ExoMars ready to resume search for alien life
European ministers will decide this week whether to invest £350m in a project to put a rover on Mars. ExoMars will search for life on the red planet — so what if life is actually discovered?
There is no life as we know it on the surface of Mars. The atmosphere is too harsh to support it. But around two metres underground, there may be microbial activity.
This is why engineers working for the European Space Agency (ESA) want £345m to upgrade the ExoMars probe. If European ministers approve the funding this week, the rover could be drilling beneath the surface early in 2021.
The project suffered a setback recently, when a small probe crashed while trying to make a demonstration landing on the red planet. But another probe which was sent to look for methane has just made a successful entry into the atmosphere. And Dr David Parker, who works for the ESA, calls the mission ‘scientifically compelling’.
‘There is no other mission planned to go below the surface of Mars,’ he says.
The search for life on the red planet has occupied astronomers for centuries; in the early 1900s, Percival Lowell was convinced that the dark channels on Mars’s surface were canals made by an intelligent society. However, so far, scientists have been disappointed.
So what would happen if life is finally found? For most people, the discovery would be a fascinating story — but once the excitement died down their day-to-day lives would not necessarily change much.
In contrast, for scientists, it could change everything. Biologists, in particular, would suddenly be introduced to a much broader range of resources to study.
An alien microbe would provide ‘enough material to revolutionise biotechnology’ explains the science writer Ben Miller. That is not just a ‘minor curiosity’, but a huge step for medical research that would eventually benefit us all.
And then there are the philosophical implications. If Earth is not alone in hosting life, humans must reconsider their place in the universe. Religions may have to adapt their teachings. And eventually, humanity will need to decide how to relate to its extraterrestrial neighbours.
Infinity and beyond
Some scientists are wary of the impact that humans can have on foreign species — just look at the mass extinctions caused by the anthropocene. We must learn from these mistakes and leave alien life alone. As the astronomer Carl Sagan wrote in 1980: ‘If there is life on Mars, I believe we should do nothing… Mars then belongs to the Martians, even if the Martians are only microbes.’
But Robert Zubrin, president of the Mars Society, disagrees. It would be a ‘crime against science’ if we knew that alien life existed and we did not study it. Besides, why should we go so far out of our way to protect bacteria on Mars, when we do not even do the same on Earth? The benefits of interacting with alien life would far outweigh the risks.
- If ExoMars discovers microbes on Mars, what should scientists do next?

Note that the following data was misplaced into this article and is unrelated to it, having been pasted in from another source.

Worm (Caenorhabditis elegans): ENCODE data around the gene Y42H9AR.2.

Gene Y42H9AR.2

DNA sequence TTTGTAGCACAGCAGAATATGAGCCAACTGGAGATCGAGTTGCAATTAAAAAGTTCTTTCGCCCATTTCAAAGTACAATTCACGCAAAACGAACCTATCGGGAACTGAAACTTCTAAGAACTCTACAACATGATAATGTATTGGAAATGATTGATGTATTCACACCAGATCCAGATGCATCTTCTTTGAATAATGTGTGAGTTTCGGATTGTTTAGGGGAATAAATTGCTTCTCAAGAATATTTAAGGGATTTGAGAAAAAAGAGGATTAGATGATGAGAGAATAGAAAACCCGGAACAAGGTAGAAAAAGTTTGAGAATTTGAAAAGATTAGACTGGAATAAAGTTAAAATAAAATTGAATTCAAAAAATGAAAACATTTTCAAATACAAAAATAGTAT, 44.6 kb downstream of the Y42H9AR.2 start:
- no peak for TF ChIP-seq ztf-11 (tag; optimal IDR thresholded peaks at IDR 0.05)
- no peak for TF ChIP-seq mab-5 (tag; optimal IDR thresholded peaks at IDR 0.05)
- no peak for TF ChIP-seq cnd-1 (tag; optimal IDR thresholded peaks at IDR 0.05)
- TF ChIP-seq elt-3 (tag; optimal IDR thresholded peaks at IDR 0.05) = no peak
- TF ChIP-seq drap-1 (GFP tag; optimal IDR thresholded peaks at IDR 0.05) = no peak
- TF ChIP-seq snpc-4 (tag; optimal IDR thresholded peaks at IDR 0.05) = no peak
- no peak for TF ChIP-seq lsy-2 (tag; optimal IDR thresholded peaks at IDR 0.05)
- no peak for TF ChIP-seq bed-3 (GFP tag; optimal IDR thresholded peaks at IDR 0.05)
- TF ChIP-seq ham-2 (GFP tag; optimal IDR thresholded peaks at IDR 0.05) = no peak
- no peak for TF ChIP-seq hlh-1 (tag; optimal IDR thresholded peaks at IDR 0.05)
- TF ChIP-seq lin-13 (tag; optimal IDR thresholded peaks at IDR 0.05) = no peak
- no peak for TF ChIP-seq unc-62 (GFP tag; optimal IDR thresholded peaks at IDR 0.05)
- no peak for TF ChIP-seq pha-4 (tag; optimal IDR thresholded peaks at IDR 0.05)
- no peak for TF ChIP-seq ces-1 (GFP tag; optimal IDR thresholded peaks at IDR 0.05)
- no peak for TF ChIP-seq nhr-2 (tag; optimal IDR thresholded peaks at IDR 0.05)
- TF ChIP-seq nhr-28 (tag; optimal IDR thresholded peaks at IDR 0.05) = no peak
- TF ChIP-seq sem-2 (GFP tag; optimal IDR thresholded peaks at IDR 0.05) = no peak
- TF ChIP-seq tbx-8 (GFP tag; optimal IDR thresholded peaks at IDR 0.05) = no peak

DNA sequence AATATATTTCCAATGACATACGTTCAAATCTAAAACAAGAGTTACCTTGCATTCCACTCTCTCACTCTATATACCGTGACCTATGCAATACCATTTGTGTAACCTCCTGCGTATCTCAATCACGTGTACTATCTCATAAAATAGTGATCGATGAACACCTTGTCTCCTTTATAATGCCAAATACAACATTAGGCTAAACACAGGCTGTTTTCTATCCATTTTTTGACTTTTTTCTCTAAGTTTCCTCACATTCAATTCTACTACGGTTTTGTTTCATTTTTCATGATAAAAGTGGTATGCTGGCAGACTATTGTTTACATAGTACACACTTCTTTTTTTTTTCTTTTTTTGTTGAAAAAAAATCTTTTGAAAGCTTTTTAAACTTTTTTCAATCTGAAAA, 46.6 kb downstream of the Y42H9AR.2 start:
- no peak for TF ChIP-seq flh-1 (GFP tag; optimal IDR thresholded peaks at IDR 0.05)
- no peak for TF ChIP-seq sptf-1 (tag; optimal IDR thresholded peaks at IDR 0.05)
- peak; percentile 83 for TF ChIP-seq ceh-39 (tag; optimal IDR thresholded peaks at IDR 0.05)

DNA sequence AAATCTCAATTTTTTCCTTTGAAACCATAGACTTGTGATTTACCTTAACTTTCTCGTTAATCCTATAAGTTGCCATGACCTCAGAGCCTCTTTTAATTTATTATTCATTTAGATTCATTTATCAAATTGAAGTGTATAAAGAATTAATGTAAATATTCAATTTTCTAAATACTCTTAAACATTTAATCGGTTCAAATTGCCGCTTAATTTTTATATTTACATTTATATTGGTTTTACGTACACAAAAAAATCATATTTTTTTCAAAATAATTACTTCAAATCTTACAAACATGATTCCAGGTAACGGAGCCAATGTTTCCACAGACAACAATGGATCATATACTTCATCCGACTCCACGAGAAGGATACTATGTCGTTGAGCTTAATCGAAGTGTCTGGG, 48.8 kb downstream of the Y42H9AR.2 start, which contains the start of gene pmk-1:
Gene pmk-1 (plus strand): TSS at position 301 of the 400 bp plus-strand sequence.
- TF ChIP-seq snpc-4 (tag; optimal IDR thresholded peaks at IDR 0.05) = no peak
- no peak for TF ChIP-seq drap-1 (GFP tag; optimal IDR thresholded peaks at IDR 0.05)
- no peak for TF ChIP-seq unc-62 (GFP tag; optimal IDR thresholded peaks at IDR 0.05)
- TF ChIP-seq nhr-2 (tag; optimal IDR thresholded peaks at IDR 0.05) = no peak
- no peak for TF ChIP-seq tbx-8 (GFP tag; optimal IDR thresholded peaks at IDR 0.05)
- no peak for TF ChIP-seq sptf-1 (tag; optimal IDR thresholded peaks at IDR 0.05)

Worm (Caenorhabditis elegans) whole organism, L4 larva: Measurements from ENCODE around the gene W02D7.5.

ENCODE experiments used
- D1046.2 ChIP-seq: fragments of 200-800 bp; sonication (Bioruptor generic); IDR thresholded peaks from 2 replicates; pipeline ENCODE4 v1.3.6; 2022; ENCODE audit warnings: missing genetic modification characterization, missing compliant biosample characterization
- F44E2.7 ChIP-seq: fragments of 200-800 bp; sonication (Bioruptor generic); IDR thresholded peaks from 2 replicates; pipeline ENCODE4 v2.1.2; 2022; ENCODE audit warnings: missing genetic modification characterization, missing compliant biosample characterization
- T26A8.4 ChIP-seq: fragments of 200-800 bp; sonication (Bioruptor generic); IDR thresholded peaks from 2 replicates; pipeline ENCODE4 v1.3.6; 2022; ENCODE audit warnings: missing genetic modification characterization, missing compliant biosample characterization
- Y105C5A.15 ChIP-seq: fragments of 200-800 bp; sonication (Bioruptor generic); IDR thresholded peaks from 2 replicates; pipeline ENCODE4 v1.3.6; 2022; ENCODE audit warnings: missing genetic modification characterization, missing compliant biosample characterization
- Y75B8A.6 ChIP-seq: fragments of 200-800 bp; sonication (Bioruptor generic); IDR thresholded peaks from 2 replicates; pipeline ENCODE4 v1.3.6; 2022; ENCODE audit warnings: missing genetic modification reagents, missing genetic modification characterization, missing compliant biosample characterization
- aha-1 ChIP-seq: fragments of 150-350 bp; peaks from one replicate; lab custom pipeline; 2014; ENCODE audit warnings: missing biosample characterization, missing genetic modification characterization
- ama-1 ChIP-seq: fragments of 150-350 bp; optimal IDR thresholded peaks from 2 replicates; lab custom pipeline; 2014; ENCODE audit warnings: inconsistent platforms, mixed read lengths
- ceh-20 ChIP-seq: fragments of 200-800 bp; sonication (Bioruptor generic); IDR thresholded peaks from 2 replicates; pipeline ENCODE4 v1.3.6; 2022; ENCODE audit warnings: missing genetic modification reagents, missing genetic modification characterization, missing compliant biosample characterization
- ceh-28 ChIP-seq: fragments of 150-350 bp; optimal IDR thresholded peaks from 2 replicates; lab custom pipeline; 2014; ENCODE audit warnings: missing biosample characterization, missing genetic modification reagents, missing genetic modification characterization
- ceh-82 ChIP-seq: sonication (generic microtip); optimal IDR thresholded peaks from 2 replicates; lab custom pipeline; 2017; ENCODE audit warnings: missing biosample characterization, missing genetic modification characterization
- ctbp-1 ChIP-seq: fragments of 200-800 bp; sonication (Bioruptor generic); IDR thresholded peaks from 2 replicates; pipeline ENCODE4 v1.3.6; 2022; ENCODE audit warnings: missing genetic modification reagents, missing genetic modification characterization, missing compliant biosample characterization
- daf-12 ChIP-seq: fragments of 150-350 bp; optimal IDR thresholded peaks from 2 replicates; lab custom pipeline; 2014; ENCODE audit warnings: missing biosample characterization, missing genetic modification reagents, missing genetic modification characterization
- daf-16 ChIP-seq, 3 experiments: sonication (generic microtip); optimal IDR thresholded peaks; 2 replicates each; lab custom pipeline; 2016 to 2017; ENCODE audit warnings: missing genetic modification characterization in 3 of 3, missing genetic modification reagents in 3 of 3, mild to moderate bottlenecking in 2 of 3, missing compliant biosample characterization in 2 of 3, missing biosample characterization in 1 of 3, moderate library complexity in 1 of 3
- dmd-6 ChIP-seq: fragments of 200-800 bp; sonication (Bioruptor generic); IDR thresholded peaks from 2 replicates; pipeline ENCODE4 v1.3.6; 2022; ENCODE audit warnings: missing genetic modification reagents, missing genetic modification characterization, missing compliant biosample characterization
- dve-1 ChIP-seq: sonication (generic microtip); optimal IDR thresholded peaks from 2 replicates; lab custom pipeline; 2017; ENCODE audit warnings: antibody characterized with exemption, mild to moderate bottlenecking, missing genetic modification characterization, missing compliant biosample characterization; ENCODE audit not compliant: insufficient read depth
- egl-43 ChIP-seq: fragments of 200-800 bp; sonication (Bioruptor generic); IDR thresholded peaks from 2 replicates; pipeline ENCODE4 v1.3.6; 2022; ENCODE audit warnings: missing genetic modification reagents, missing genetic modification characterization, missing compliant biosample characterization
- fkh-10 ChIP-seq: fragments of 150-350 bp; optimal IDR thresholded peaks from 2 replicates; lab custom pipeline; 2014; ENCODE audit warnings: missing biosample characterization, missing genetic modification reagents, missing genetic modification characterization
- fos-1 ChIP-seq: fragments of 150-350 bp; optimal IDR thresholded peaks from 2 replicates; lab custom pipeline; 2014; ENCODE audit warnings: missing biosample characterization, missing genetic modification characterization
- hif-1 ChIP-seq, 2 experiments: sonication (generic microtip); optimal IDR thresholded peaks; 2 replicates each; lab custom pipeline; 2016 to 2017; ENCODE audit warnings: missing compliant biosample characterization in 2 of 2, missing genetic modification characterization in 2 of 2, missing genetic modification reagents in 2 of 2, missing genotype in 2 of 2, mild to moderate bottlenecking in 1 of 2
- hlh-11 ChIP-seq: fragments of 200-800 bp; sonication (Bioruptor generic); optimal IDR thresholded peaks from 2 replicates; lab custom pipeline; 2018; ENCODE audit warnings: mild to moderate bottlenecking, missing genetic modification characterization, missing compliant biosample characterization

- Would the discovery of alien life change how you thought about life on Earth?
- It is 2018. The second ExoMars mission has drilled through the planet’s surface and discovered life. Write down the three most important questions that humanity must answer.
- Imagine you are communicating with an intelligent alien species for the first time, billions of miles away. What do you want them to know about Earth? Write, draw, or record the very first transmission you would send.
Some People Say...
“Until we solve Earth’s problems, we have no business meddling with other planets.”
What do you think?
Q & A
- If it wouldn’t change my life, why does it matter?
- Finding life on Mars may not change your life in the short term — no rioting in the streets, no sudden Doctor Who-style invasion. But it in the long-term, it would be a significant turning point in humanity’s story. If there is life on other planets, we would have a lot of questions to ask about what we want our own future in the universe to look like.
- How likely is it?
- The answer depends on who you ask. Many scientists are convinced that alien life is out there — even if there is no life on Mars, astronomers have found billions of Earth-like planets that could support it. But others are less sure. If aliens are out there, why haven’t we been contacted? No one knows exactly how life began on Earth; perhaps it was a one-in-a-billion fluke.
- The Martian atmosphere has too much radiation, which has damaged the planet’s surface, to allow life to survive there.
- An intergovernmental organisation, separate from the EU but about 20% funded by it.
- A joint mission between the ESA and Russian space programme, Roscosmos. The probe was assembled by British scientists.
- A chemical compound, one atom of carbon and four of hydrogen, found in the natural gas which is often used as fuel, and emitted by living things — including microbes, humans, and especially cows. Scientists suggest meteorites exposed to ultraviolet radiation on Mars’s surface could give off much of the methane; but they do not rule out ‘a possible biological origin’ for some of it.
- Percival Lowell
- Published his theories in books including Mars and its Canals (1906). His ideas about intelligent societies were partly due to a mistranslation of Giovanni Schiaparelli’s observations of ‘canali’ (’channels’, not ‘canals’) on Mars in 1877.
- A geological era in which the presence and actions of humans has had the most influence on the Earth.